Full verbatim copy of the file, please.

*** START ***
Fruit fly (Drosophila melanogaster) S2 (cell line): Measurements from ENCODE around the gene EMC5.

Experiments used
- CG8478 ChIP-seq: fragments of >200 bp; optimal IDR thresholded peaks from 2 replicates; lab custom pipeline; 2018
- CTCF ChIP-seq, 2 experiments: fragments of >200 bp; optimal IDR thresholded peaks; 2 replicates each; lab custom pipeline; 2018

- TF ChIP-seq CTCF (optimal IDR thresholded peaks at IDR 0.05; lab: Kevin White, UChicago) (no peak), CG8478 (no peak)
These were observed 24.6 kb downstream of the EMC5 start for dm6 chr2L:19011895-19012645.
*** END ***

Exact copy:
Fruit fly (Drosophila melanogaster) S2 (cell line): Measurements from ENCODE around the gene EMC5.

Experiments used
- CG8478 ChIP-seq: fragments of >200 bp; optimal IDR thresholded peaks from 2 replicates; lab custom pipeline; 2018
- CTCF ChIP-seq, 2 experiments: fragments of >200 bp; optimal IDR thresholded peaks; 2 replicates each; lab custom pipeline; 2018

- TF ChIP-seq CTCF (optimal IDR thresholded peaks at IDR 0.05; lab: Kevin White, UChicago) (no peak), CG8478 (no peak)
These were observed 24.6 kb downstream of the EMC5 start for dm6 chr2L:19011895-19012645.